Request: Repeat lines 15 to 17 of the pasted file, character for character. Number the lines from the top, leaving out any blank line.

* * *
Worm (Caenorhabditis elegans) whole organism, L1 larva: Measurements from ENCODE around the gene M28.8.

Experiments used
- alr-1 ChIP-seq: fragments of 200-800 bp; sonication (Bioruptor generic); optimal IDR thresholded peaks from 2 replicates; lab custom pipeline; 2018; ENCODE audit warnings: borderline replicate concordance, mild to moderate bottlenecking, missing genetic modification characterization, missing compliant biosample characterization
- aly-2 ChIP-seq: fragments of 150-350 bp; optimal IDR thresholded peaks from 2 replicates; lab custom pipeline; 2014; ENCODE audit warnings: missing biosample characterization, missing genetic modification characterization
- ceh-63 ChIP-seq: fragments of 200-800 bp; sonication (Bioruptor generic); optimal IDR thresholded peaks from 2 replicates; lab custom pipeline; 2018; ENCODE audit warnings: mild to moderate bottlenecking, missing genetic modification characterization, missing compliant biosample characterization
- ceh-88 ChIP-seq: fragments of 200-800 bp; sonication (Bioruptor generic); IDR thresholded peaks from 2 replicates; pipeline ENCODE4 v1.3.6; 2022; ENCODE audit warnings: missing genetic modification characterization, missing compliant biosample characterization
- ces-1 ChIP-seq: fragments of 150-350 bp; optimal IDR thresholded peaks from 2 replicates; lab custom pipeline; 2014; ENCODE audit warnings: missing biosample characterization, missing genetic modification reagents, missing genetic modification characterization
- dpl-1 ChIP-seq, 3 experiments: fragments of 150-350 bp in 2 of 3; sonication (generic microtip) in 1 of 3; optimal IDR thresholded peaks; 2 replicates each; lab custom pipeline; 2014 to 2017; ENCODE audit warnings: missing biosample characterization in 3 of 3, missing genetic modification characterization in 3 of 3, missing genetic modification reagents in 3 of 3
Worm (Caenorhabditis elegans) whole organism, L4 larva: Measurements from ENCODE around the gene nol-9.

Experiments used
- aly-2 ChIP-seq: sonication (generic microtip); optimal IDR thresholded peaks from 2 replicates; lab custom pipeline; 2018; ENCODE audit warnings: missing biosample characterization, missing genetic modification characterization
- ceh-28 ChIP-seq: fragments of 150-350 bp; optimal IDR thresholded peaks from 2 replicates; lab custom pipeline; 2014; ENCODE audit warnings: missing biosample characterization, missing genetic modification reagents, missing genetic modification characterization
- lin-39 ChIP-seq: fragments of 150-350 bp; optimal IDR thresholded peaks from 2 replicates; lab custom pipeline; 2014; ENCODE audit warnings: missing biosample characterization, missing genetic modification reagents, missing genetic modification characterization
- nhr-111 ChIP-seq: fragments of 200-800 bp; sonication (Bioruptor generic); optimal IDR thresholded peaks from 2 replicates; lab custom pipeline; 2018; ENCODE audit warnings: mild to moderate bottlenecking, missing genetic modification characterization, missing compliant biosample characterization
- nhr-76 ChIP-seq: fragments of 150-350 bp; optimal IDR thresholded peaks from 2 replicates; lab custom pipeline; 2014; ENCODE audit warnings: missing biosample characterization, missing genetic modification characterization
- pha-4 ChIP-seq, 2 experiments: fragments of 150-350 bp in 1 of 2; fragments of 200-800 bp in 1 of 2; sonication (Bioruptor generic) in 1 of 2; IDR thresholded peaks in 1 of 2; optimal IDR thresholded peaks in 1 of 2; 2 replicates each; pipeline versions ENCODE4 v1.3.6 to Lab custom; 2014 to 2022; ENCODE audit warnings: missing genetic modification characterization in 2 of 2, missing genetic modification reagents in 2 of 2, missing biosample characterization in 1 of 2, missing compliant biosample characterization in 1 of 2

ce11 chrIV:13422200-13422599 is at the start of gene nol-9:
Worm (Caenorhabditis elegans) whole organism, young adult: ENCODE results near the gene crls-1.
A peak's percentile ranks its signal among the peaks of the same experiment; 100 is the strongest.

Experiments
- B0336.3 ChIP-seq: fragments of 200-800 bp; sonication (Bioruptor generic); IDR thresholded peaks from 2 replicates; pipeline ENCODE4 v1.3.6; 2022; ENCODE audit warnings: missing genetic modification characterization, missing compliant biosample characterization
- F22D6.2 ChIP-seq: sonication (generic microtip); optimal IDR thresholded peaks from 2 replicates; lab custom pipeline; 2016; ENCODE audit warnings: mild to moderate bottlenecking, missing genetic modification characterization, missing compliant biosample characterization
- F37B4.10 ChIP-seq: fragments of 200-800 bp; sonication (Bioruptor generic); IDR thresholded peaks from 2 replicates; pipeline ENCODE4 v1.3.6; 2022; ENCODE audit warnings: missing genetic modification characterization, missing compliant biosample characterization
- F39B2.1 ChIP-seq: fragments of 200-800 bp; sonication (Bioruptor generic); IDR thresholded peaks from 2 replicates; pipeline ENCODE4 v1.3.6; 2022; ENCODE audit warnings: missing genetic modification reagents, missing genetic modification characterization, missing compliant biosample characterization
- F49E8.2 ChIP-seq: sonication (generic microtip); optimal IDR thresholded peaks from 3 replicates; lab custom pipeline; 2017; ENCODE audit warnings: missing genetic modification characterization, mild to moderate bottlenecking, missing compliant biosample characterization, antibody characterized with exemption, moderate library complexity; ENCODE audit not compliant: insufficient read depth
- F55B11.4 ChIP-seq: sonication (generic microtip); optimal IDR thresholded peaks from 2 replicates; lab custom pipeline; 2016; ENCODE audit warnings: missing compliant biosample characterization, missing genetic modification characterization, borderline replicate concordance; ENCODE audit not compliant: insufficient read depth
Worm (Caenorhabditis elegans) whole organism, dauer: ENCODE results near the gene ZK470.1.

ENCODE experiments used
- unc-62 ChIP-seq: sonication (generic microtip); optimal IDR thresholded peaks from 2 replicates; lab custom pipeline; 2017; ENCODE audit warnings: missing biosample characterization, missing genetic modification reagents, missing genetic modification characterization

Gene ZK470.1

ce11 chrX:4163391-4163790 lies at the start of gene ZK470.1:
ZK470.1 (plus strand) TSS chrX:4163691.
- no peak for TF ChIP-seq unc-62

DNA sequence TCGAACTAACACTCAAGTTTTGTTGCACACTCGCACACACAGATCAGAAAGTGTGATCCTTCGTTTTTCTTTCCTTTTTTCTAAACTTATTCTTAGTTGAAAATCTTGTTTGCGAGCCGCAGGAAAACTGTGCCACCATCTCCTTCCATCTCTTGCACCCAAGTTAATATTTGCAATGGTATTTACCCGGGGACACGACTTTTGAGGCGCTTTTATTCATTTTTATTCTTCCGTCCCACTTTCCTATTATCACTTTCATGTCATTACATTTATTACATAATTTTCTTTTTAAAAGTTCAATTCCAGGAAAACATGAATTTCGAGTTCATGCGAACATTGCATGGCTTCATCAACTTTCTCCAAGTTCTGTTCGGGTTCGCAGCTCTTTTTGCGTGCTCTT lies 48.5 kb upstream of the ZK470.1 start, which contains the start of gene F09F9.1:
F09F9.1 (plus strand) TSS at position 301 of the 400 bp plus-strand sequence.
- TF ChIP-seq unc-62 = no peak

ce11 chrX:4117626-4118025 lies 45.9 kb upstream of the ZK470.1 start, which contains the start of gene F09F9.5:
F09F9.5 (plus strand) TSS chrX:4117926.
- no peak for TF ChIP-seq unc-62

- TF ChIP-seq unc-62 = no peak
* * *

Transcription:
- nhr-76 ChIP-seq: fragments of 150-350 bp; optimal IDR thresholded peaks from 2 replicates; lab custom pipeline; 2014; ENCODE audit warnings: missing biosample characterization, missing genetic modification characterization
- pha-4 ChIP-seq, 2 experiments: fragments of 150-350 bp in 1 of 2; fragments of 200-800 bp in 1 of 2; sonication (Bioruptor generic) in 1 of 2; IDR thresholded peaks in 1 of 2; optimal IDR thresholded peaks in 1 of 2; 2 replicates each; pipeline versions ENCODE4 v1.3.6 to Lab custom; 2014 to 2022; ENCODE audit warnings: missing genetic modification characterization in 2 of 2, missing genetic modification reagents in 2 of 2, missing biosample characterization in 1 of 2, missing compliant biosample characterization in 1 of 2

ce11 chrIV:13422200-13422599 is at the start of gene nol-9: